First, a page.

After his win at Las Vegas, Carl Edwards made some remarks about the quality of racing that went largely unnoticed.
Yet they probably are some of the most important that have been spoken by a NASCAR driver in some time.
Asked about the ability of the race leader to drive off to a big lead on every restart at the Las Vegas races, Edwards offered this assessment:
“I can tell you from the driver’s seat that there are no more exciting tracks to drive on. This place has a lot of character. You slide the car at 200 mph through the corner and there are multiple grooves. I think striving to deliver a product that is impossible to deliver in auto racing is foolish,” he said.
“I think we need to be NASCAR. We need to be what we are. Some days we will have races that are more single-file and some days we won’t. The true sport of auto racing is making your car fast, driving in perfectly and having the engine have tons of power.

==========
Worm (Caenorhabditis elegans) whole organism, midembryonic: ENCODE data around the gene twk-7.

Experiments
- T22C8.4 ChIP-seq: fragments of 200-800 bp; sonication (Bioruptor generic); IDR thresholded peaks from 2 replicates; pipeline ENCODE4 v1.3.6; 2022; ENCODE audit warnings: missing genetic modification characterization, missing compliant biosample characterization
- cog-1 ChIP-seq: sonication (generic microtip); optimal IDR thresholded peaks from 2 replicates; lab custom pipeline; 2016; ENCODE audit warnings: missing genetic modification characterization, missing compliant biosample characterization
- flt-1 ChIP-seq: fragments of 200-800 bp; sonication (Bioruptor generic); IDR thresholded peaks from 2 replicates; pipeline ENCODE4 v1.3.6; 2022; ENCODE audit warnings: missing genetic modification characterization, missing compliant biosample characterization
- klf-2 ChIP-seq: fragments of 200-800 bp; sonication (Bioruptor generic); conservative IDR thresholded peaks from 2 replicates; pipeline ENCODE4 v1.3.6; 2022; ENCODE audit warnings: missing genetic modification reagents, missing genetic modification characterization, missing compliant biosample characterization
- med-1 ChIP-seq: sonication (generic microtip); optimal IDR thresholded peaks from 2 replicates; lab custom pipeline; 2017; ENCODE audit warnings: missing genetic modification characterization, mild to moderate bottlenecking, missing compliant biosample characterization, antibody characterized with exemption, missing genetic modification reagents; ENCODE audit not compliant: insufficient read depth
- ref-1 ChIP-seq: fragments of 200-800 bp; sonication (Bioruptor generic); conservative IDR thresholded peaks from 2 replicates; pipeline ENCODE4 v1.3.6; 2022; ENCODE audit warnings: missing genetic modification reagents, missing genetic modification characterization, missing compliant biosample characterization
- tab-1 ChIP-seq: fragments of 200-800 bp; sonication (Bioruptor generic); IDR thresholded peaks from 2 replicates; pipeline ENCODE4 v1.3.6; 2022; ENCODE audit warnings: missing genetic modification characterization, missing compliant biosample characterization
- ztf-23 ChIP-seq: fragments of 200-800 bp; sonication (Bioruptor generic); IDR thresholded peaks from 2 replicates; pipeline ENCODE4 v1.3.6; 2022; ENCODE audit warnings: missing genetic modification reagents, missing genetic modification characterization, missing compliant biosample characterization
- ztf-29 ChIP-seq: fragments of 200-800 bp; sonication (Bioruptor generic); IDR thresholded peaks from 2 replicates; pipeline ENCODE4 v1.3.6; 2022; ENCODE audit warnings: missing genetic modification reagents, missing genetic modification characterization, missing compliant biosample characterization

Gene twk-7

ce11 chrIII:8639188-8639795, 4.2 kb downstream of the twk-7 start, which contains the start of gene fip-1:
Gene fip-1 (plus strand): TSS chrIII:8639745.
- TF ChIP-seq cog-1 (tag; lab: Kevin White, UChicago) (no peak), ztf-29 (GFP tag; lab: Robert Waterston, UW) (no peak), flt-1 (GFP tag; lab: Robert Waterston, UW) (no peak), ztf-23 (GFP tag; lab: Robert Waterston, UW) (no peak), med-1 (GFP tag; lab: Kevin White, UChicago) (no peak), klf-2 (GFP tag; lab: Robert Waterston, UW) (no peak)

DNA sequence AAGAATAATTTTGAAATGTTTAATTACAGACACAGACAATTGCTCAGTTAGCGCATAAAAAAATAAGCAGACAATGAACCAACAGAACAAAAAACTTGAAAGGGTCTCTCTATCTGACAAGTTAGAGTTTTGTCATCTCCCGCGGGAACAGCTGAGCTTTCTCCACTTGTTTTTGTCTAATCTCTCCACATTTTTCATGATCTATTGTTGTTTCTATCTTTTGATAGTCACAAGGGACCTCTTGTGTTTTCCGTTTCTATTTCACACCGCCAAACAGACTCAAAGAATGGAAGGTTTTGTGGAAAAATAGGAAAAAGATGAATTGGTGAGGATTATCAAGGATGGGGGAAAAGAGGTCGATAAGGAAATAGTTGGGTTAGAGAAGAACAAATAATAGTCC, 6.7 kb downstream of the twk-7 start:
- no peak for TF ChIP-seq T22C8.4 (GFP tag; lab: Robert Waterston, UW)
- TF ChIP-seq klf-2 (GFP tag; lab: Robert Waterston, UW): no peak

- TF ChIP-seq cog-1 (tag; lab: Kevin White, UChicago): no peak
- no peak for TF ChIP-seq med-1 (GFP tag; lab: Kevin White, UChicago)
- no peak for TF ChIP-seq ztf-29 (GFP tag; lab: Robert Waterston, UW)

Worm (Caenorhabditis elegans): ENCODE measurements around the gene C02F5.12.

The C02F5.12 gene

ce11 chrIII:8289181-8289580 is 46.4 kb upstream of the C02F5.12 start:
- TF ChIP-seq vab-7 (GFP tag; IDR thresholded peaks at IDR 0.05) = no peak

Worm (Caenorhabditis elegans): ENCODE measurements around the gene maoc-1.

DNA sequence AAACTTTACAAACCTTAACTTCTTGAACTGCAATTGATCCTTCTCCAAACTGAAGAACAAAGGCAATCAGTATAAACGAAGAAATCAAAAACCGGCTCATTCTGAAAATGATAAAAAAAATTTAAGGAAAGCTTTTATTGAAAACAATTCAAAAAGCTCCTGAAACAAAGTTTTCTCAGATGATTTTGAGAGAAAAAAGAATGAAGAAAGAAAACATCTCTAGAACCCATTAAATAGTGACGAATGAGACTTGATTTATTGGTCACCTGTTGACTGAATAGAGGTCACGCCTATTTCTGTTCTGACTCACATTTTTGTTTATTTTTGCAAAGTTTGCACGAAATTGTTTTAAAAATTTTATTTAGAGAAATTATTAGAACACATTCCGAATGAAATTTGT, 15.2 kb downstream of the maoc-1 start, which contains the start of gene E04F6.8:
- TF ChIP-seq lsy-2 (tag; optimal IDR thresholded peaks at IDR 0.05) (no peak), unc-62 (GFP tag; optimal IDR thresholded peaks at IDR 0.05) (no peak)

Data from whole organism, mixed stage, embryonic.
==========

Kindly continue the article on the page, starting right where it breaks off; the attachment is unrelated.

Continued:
“I think the fans can appreciate that without having to be in a giant pack with the restrictor plates. I think the savvy fans know what is going on.”
But do they?
Edwards couldn’t be more correct in his reasoning. Every sport has games with blowout scores, even championship games. Fans of the winning team generally don’t care how their team wins, just that they do.
Yet for some reason in NASCAR, it is almost expected that every finish must be down-to-the-wire and a fender-banging affair to be considered “good racing” by many fans and media alike.
Because so many people expect that from the sport, NASCAR itself feels compelled to make rules that help assure those kinds of outcomes. In the process, the outcomes too often appear contrived, which inevitably hurts the sport’s perception.
Edwards said it best.
Just let NASCAR be NASCAR, whether it’s winning by a lap or racing four-wide across the finish line.